When Chris Morris’s film ‘Four Lions’ was first released in 2010 I remember reading the reviews which included adjectives such as was “fantastic” and “hilarious” – advertising that you see accompanying most films – mutual advertising for both parties. The hype pointed in one direction – this was a funny film which was worth watching.
I remember going to a muslim friends house and watching the film. I hadn’t known him all that long – but I liked the fact that although he was muslim – his religion hadn’t all-encompassed him and was, a part of who he was – an important part none the less, bit he didn’t let his religion manipulate him and he hadn’t allowed it to overtake or limit his personality. There was religion. There was life. Each had its place.
So I put on the film in eager anticipation that we would both, especially my friend, share in the fun and hilarity of the film – as described in so many of the advertising adjectives. My friend didn’t find it funny. I was disappointed. In fact, I felt a little embarrassed because I then thought – maybe he thinks he that I’d presumed he’d find it funny as it was poking fun at a misfit bunch of muslims who turn out to be just as hopeless at terrorism as they were with managing their daily life routine.
We both watched the film in kind of silence. That’s what I remember. And kinda agreed that it was ok – after it had finished. Although I think we were both disappointed.
Then 5 years later – in fact, just the other day – I decided to watch the film again. This time I had set no expectations. This time I hadn’t set myself up for a laugh-a-minute bomb-com film that would have me crying with laughter. I just watched it. I watched it detached from the previous me. And, found that I actually quite like this film.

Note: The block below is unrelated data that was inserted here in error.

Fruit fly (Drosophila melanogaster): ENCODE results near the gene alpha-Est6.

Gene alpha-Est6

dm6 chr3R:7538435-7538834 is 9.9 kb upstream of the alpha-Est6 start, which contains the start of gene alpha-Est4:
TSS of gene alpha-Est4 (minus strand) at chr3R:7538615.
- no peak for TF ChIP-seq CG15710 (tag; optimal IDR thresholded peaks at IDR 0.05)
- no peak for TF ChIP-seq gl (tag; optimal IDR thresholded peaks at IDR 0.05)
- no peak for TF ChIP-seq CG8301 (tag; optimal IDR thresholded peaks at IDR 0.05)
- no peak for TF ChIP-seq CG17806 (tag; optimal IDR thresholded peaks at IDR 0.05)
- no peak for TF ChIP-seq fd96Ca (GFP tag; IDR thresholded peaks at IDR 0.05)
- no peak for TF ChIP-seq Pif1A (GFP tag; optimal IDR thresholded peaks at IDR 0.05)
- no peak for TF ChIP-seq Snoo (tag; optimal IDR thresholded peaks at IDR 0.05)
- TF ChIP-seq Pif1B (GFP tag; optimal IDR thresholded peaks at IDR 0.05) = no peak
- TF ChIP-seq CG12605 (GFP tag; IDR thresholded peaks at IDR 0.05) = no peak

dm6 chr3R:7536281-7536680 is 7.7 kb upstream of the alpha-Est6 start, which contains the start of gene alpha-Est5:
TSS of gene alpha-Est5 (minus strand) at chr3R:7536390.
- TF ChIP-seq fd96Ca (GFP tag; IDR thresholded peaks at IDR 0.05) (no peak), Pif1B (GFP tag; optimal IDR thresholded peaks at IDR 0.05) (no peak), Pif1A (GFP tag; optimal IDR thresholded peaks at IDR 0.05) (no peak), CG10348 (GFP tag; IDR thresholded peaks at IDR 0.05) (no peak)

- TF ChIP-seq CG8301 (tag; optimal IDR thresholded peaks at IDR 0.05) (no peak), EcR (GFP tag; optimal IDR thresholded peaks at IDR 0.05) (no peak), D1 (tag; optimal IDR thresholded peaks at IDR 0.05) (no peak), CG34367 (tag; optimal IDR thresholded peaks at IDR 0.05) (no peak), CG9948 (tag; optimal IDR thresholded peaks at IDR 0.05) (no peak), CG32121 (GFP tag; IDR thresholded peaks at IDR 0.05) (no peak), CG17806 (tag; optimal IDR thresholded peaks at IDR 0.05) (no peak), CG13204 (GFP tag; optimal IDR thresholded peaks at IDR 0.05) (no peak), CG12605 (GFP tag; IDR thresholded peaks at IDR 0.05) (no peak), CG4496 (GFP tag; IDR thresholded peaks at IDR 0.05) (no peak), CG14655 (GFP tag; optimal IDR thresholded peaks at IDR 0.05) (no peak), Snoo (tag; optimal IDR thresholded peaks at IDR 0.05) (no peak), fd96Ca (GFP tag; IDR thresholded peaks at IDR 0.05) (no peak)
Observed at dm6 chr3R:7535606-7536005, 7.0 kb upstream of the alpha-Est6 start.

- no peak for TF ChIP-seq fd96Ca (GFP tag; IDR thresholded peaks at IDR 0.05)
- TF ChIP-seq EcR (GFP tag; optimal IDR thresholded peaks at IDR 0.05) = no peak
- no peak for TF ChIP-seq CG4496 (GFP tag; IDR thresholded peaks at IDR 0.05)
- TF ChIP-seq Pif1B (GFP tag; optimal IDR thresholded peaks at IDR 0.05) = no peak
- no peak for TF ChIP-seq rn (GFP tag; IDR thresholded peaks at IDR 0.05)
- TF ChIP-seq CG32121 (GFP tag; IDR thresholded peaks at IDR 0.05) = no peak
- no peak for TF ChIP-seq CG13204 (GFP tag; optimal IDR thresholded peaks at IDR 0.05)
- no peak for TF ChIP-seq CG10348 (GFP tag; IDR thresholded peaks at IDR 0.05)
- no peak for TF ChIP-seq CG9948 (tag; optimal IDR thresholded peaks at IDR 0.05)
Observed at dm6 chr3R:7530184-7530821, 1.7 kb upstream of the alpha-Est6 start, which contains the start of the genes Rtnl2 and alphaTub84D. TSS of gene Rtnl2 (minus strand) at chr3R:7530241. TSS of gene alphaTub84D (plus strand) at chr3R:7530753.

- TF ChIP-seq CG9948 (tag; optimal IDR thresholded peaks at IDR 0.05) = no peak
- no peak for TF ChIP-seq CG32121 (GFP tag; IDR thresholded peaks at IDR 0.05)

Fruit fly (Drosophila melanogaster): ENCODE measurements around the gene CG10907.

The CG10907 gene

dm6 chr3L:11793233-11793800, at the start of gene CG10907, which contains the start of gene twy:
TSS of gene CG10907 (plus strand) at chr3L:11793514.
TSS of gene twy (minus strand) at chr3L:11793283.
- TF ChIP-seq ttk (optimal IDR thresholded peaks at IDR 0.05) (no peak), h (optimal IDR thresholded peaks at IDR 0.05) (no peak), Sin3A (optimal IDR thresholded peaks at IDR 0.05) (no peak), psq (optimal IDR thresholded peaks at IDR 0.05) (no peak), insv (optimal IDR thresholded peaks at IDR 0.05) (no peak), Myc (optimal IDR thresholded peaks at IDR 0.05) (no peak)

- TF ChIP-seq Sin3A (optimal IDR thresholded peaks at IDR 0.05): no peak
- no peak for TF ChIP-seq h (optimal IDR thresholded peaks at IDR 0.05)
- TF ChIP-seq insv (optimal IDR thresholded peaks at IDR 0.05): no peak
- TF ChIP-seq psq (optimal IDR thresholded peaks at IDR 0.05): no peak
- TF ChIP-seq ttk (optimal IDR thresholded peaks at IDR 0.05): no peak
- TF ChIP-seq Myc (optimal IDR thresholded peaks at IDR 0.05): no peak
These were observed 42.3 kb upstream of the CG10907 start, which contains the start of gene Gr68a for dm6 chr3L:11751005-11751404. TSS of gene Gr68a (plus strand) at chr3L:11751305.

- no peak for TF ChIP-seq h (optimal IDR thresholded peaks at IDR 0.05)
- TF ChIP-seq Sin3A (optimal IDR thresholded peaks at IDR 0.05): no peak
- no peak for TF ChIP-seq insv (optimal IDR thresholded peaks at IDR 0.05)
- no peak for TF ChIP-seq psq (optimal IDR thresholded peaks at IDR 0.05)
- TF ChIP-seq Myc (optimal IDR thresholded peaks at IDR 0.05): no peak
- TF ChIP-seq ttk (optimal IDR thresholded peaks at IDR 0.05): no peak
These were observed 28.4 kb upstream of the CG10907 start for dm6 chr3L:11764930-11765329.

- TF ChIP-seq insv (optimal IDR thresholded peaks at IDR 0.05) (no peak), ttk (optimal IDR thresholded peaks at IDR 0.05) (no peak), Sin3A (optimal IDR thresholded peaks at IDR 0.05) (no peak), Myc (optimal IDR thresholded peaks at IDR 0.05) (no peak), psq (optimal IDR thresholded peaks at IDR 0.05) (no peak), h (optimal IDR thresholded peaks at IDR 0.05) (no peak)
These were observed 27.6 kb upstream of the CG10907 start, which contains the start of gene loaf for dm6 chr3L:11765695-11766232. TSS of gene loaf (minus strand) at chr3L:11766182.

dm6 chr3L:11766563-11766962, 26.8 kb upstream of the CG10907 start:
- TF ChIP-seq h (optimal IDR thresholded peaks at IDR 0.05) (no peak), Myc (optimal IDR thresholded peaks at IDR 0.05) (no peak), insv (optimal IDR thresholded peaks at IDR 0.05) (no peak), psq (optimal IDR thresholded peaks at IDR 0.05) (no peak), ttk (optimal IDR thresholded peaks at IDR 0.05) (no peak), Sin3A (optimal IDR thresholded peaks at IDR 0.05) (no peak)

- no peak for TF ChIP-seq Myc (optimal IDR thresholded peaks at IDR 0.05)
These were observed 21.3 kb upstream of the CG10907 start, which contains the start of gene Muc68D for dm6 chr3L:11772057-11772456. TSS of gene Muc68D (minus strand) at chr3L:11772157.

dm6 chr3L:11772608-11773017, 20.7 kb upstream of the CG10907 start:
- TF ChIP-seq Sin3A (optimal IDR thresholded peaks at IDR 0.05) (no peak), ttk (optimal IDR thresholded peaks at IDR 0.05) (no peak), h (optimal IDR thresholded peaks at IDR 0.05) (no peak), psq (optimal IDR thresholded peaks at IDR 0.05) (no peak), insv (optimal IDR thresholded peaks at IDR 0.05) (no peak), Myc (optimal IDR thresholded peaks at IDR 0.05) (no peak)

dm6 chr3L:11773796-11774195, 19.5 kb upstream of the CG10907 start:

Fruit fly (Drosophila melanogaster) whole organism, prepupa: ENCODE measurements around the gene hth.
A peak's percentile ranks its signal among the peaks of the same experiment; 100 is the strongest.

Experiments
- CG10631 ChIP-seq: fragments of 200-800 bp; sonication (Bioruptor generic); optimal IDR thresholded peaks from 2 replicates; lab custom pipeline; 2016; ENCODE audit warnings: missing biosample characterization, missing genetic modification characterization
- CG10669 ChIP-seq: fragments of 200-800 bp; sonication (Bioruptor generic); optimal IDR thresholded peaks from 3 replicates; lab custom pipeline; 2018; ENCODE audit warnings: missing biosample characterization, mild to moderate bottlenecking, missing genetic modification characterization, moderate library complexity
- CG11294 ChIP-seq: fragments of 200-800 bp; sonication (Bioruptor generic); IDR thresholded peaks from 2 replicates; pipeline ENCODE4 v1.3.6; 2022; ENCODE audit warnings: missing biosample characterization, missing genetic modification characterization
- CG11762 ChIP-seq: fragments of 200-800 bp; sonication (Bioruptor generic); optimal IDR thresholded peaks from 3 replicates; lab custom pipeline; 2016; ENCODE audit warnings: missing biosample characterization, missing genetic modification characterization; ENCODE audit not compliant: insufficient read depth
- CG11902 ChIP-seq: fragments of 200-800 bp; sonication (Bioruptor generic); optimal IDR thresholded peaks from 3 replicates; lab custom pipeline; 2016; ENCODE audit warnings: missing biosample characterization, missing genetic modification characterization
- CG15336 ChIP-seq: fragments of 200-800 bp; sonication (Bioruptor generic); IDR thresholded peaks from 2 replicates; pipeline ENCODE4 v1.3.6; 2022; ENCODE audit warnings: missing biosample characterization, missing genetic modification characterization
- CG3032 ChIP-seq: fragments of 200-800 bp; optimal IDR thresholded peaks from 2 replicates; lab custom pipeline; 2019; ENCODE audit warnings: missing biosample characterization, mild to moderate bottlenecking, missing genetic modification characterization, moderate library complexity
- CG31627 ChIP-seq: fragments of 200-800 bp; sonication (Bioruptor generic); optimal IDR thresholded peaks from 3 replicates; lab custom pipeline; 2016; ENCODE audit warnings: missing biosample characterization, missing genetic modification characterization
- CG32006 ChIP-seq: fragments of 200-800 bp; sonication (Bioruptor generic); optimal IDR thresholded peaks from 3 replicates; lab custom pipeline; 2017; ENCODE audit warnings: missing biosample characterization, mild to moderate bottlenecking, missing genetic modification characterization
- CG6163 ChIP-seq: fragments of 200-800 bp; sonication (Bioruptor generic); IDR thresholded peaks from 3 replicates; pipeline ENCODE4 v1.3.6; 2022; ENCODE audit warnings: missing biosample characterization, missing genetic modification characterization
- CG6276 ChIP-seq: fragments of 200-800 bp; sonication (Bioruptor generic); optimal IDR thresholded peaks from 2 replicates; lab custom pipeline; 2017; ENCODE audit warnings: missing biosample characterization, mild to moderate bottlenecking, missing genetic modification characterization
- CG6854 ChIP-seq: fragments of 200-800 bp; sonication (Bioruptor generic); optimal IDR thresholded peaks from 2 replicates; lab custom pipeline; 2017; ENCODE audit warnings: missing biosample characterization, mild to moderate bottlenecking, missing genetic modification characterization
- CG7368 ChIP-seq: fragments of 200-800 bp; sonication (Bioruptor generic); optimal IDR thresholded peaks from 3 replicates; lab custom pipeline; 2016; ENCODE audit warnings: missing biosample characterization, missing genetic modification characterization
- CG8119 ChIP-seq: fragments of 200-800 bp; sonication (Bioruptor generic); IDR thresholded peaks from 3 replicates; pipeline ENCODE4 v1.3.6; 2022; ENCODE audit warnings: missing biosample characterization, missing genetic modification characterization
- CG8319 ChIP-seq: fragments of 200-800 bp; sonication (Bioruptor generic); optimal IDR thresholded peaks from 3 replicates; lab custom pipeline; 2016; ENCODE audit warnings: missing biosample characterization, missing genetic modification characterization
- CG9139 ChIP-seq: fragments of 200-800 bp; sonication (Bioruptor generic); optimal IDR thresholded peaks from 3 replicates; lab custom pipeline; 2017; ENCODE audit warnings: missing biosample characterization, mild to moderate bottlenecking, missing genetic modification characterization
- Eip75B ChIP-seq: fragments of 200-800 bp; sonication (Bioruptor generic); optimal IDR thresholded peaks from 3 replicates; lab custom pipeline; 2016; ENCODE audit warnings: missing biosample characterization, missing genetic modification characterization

We have seen so many horror films lately that have been created by terrorists and circulated by our media – on their behalf – that this film seems tame and undramatic. I felt myself warming to the characters in a way I hadn’t before. I found the inner conflict in liking these guys individually – whilst wanting them to see – what I was seeing – the futility of their cause and how they could direct their passion for the cause in more constructive and less destructive ways. I saw the characters in a whole new light. This time – I found it smart – engaging and I enjoyed the dark humour.
Four Lions is definitely worth a watch if you haven’t seen it – or another go if like me you were disappointed all those years ago.